1. If you Google Agra Fort you will find that there was an ingenious system of raising the water.

    2. What has happened to the religious tolerance? Well, the Mughals were driven out, for one things.

  5. This post simply leaves me ... stunned? astounded? entranced? enchanted? fascinated? All of these and more. What a FORT! It is HUGE, and stunningly beautiful. This post blew me away. Fort Agra. This deserves every bit as much attention as The Taj, in my humble opinion. Great tour. The tour organizers are lucky to have been able to drag you away from this! WOW. Patt in Alaska, Cap in Hong Kong

  6. Loved the pictures in this blog !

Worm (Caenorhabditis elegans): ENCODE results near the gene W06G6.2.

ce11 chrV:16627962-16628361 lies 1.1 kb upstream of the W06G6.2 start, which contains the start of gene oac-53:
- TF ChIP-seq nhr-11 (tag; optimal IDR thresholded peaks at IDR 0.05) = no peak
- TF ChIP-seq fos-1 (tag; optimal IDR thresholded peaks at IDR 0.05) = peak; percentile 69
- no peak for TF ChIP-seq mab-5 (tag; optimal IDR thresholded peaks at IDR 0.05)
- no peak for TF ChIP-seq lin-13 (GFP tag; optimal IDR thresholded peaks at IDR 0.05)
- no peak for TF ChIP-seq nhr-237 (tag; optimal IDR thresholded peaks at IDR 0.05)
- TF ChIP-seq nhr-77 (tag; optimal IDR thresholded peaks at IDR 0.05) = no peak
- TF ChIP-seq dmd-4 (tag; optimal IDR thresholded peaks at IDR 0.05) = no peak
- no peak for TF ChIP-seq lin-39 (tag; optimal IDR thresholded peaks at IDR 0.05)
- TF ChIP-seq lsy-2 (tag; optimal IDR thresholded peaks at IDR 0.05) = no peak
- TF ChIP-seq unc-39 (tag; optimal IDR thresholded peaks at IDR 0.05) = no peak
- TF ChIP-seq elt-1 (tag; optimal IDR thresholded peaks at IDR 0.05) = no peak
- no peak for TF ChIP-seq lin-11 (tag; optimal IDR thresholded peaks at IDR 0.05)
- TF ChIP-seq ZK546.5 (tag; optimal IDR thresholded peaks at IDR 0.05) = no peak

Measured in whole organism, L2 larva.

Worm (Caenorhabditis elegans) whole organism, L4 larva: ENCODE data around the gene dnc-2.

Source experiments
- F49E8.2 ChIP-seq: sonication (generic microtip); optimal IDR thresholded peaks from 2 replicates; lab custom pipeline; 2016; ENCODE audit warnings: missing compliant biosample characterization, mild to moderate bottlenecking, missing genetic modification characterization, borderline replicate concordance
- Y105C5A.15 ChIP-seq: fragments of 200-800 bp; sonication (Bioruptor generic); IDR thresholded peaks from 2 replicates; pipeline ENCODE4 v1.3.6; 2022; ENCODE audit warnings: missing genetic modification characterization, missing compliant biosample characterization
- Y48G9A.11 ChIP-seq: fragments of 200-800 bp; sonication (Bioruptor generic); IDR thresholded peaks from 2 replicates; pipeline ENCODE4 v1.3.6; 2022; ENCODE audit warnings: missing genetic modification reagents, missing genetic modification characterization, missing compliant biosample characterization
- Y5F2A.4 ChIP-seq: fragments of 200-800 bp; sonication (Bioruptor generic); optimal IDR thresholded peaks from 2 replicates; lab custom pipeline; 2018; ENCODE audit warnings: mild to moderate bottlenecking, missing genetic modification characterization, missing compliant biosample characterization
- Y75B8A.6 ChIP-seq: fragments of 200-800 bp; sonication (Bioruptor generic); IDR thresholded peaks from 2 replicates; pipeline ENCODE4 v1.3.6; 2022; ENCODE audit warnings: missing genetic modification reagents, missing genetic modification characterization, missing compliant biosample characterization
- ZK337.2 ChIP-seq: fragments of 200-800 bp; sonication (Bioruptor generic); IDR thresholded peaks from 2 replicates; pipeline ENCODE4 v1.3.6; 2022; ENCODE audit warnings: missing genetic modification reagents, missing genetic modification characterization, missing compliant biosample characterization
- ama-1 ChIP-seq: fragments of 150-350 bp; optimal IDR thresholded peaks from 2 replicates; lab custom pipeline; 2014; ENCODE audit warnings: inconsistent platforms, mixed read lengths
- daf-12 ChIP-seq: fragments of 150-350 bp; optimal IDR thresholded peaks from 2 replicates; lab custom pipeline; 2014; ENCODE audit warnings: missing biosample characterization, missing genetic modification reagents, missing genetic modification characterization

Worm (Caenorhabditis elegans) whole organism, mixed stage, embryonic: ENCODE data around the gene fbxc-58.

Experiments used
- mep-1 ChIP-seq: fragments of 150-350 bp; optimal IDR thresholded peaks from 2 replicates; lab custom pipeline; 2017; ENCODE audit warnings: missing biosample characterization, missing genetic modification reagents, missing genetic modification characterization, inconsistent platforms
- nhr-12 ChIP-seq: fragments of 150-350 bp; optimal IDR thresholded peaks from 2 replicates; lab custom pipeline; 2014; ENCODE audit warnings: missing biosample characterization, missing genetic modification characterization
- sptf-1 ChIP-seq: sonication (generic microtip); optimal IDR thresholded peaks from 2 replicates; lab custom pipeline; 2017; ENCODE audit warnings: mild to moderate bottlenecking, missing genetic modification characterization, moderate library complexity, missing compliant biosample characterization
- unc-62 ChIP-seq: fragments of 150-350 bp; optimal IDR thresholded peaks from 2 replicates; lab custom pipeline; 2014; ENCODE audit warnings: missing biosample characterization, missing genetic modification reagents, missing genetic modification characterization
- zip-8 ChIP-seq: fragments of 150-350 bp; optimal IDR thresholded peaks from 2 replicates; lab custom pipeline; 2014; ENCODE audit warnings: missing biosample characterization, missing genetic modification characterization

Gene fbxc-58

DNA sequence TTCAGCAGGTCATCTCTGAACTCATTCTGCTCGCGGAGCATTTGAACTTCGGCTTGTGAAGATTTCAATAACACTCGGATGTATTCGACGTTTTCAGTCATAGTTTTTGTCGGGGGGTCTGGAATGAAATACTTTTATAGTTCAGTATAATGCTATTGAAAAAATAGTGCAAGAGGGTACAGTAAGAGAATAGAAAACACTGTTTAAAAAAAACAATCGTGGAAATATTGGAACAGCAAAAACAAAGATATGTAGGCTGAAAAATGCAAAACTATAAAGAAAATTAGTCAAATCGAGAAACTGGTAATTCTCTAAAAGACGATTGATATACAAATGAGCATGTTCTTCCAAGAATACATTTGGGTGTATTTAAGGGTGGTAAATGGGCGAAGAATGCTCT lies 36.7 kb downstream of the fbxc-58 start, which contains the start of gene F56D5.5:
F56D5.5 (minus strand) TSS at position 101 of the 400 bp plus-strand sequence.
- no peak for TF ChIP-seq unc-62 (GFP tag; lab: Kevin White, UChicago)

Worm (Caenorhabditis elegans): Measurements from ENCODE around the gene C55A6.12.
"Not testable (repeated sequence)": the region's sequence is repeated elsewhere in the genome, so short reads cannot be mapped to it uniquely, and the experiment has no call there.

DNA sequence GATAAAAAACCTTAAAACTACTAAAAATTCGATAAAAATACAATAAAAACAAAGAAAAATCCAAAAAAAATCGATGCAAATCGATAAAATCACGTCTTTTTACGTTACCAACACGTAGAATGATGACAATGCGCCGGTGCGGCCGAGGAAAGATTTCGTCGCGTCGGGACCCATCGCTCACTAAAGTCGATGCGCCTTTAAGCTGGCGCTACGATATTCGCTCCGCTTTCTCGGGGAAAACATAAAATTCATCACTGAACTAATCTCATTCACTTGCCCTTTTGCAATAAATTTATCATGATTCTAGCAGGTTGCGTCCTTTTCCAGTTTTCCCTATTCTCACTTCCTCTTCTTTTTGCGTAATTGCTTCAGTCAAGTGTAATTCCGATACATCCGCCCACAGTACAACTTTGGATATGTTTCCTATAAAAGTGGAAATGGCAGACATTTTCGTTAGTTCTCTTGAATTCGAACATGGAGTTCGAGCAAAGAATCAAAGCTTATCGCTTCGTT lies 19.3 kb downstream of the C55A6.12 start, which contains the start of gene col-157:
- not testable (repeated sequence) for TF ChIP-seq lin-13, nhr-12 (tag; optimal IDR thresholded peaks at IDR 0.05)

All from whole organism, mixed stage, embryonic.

A bit dated for my response - but was laughing out loud when I saw your comment "The Mughals accommodated all religions".

    Respectfully - FYI Except for Akbar who was inquisitive and tolerant of other religions, the Mughal reign in India is known in normal parlance as the worst period of tyranny, despotism and intolerance as rulers! In fact there is a very old saying that I have heard from my great-grandfather (who has since passed on) when referring to the arrogance, totality and coercion of some politician or a government department, transilerated - "This is a repeat of Mughal times".
    My Hindu ancestors and all non-Muslims in general in India faced the worst of their rule.

    Concept of accommodation of religions and Islamic Mughals are like night and day apart.

    The Star of David has been used commonly as a Jewish symbol only AFTER the Mughal time around the mid 1700's or so. It is a just a geometric shape often found in Islamic building motifs. Also, that "star" of David has been used in Hinduism/Vedic religion as the Yantras since ancient times.